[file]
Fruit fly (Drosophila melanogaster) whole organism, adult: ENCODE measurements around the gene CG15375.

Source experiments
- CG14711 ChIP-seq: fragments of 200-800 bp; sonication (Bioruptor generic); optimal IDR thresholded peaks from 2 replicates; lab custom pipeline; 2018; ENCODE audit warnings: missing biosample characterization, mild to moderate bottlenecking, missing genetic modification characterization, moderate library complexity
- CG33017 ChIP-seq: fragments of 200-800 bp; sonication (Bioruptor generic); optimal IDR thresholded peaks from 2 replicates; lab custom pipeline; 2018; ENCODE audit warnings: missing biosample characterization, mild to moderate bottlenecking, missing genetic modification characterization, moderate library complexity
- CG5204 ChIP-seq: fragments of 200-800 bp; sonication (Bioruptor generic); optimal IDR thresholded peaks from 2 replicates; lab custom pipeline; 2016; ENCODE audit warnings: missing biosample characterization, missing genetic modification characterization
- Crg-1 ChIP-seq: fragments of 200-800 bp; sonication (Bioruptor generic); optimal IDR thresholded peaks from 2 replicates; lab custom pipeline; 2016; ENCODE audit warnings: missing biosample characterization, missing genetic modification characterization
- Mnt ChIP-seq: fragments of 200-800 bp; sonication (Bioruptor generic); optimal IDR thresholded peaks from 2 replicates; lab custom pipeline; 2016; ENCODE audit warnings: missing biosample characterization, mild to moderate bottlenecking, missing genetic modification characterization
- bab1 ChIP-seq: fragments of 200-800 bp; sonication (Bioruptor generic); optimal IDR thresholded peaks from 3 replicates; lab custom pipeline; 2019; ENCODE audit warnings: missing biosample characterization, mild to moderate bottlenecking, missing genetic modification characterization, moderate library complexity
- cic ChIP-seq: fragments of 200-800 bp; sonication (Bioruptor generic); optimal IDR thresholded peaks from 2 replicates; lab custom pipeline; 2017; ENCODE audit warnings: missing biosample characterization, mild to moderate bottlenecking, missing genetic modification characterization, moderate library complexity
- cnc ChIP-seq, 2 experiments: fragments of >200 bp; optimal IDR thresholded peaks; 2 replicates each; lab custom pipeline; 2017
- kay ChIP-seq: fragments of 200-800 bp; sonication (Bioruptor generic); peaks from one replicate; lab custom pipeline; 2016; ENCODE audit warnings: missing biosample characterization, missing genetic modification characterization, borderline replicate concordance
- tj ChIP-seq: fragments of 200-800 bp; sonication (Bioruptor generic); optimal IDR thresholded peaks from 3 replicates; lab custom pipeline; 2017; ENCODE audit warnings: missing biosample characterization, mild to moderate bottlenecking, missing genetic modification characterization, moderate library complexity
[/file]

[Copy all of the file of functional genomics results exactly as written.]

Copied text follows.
Fruit fly (Drosophila melanogaster) whole organism, adult: ENCODE measurements around the gene CG15375.

Source experiments
- CG14711 ChIP-seq: fragments of 200-800 bp; sonication (Bioruptor generic); optimal IDR thresholded peaks from 2 replicates; lab custom pipeline; 2018; ENCODE audit warnings: missing biosample characterization, mild to moderate bottlenecking, missing genetic modification characterization, moderate library complexity
- CG33017 ChIP-seq: fragments of 200-800 bp; sonication (Bioruptor generic); optimal IDR thresholded peaks from 2 replicates; lab custom pipeline; 2018; ENCODE audit warnings: missing biosample characterization, mild to moderate bottlenecking, missing genetic modification characterization, moderate library complexity
- CG5204 ChIP-seq: fragments of 200-800 bp; sonication (Bioruptor generic); optimal IDR thresholded peaks from 2 replicates; lab custom pipeline; 2016; ENCODE audit warnings: missing biosample characterization, missing genetic modification characterization
- Crg-1 ChIP-seq: fragments of 200-800 bp; sonication (Bioruptor generic); optimal IDR thresholded peaks from 2 replicates; lab custom pipeline; 2016; ENCODE audit warnings: missing biosample characterization, missing genetic modification characterization
- Mnt ChIP-seq: fragments of 200-800 bp; sonication (Bioruptor generic); optimal IDR thresholded peaks from 2 replicates; lab custom pipeline; 2016; ENCODE audit warnings: missing biosample characterization, mild to moderate bottlenecking, missing genetic modification characterization
- bab1 ChIP-seq: fragments of 200-800 bp; sonication (Bioruptor generic); optimal IDR thresholded peaks from 3 replicates; lab custom pipeline; 2019; ENCODE audit warnings: missing biosample characterization, mild to moderate bottlenecking, missing genetic modification characterization, moderate library complexity
- cic ChIP-seq: fragments of 200-800 bp; sonication (Bioruptor generic); optimal IDR thresholded peaks from 2 replicates; lab custom pipeline; 2017; ENCODE audit warnings: missing biosample characterization, mild to moderate bottlenecking, missing genetic modification characterization, moderate library complexity
- cnc ChIP-seq, 2 experiments: fragments of >200 bp; optimal IDR thresholded peaks; 2 replicates each; lab custom pipeline; 2017
- kay ChIP-seq: fragments of 200-800 bp; sonication (Bioruptor generic); peaks from one replicate; lab custom pipeline; 2016; ENCODE audit warnings: missing biosample characterization, missing genetic modification characterization, borderline replicate concordance
- tj ChIP-seq: fragments of 200-800 bp; sonication (Bioruptor generic); optimal IDR thresholded peaks from 3 replicates; lab custom pipeline; 2017; ENCODE audit warnings: missing biosample characterization, mild to moderate bottlenecking, missing genetic modification characterization, moderate library complexity